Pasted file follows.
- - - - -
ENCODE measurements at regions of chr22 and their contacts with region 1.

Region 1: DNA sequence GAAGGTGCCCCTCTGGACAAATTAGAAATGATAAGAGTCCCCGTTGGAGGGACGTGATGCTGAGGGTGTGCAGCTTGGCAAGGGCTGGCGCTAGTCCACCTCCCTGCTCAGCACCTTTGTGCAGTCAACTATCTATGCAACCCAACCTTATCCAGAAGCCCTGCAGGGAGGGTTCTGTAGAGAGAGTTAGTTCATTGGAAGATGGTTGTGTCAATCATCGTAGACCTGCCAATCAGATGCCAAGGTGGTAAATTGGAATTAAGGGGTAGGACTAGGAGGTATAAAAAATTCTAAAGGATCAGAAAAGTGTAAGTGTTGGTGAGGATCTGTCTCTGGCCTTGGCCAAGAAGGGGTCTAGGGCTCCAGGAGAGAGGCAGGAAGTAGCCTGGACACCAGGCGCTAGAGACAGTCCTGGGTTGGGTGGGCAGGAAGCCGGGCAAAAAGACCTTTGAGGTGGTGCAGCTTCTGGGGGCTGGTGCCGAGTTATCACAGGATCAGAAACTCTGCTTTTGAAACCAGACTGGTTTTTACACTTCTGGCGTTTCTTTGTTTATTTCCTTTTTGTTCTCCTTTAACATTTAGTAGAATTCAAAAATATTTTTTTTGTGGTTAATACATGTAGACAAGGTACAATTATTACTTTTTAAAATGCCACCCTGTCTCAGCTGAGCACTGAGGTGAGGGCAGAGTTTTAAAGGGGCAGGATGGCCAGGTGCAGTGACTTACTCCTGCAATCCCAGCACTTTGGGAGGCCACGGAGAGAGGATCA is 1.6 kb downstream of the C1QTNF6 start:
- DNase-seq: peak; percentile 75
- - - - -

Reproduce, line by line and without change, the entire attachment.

ENCODE measurements at regions of chr22 and their contacts with region 1.

Region 1: DNA sequence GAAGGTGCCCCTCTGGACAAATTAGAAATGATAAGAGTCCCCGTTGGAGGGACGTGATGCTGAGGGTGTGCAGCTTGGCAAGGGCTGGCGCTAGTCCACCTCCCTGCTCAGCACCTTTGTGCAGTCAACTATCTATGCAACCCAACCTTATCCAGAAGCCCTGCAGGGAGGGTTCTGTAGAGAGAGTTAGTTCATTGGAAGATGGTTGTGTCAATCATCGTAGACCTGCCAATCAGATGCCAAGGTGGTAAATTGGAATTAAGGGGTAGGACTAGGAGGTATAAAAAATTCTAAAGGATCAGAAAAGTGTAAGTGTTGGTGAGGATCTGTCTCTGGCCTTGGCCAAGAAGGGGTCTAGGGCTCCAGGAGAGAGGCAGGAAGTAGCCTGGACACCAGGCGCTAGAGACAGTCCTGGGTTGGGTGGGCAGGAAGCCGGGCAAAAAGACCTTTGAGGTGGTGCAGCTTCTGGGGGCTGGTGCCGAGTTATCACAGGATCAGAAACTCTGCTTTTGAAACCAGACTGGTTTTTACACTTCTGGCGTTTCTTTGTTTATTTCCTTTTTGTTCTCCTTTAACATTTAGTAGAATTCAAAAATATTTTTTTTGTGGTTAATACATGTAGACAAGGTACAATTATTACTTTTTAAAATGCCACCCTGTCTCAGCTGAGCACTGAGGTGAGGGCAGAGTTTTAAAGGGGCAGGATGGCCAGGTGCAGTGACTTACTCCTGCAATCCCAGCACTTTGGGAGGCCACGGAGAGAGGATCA is 1.6 kb downstream of the C1QTNF6 start:
- DNase-seq: peak; percentile 75